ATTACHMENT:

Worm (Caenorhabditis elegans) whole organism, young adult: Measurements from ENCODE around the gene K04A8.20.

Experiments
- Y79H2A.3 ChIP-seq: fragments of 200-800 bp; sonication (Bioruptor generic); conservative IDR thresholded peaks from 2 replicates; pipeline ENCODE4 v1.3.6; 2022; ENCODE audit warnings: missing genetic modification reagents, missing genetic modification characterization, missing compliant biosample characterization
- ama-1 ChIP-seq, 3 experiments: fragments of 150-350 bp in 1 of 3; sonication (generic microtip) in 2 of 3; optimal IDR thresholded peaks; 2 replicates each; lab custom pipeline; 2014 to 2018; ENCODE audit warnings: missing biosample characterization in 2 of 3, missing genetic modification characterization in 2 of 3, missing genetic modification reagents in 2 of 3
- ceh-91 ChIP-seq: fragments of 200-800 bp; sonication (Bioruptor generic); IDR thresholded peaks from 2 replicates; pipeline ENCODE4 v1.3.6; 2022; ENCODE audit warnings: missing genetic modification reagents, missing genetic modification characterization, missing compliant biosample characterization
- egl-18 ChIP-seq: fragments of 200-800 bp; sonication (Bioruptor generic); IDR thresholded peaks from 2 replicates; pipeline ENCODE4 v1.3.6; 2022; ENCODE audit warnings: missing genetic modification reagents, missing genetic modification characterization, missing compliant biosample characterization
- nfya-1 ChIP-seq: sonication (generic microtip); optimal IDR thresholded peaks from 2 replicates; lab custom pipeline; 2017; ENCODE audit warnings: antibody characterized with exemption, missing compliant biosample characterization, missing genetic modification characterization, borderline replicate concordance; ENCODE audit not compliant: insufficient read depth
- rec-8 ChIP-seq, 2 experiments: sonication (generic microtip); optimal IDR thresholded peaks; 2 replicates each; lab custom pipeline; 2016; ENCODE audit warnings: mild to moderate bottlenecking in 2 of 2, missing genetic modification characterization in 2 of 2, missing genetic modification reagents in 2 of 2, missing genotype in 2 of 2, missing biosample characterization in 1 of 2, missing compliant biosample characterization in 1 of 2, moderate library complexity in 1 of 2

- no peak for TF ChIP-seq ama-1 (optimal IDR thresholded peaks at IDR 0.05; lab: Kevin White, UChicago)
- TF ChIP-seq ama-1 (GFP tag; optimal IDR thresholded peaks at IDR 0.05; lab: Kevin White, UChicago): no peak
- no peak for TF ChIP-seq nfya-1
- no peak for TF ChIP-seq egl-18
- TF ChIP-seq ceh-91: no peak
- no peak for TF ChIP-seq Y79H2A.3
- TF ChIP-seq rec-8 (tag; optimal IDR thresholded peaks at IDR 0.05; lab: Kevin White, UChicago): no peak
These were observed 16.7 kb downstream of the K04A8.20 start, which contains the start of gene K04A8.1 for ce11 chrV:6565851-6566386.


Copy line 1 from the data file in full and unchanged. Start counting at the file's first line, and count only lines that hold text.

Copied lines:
Worm (Caenorhabditis elegans) whole organism, young adult: Measurements from ENCODE around the gene K04A8.20.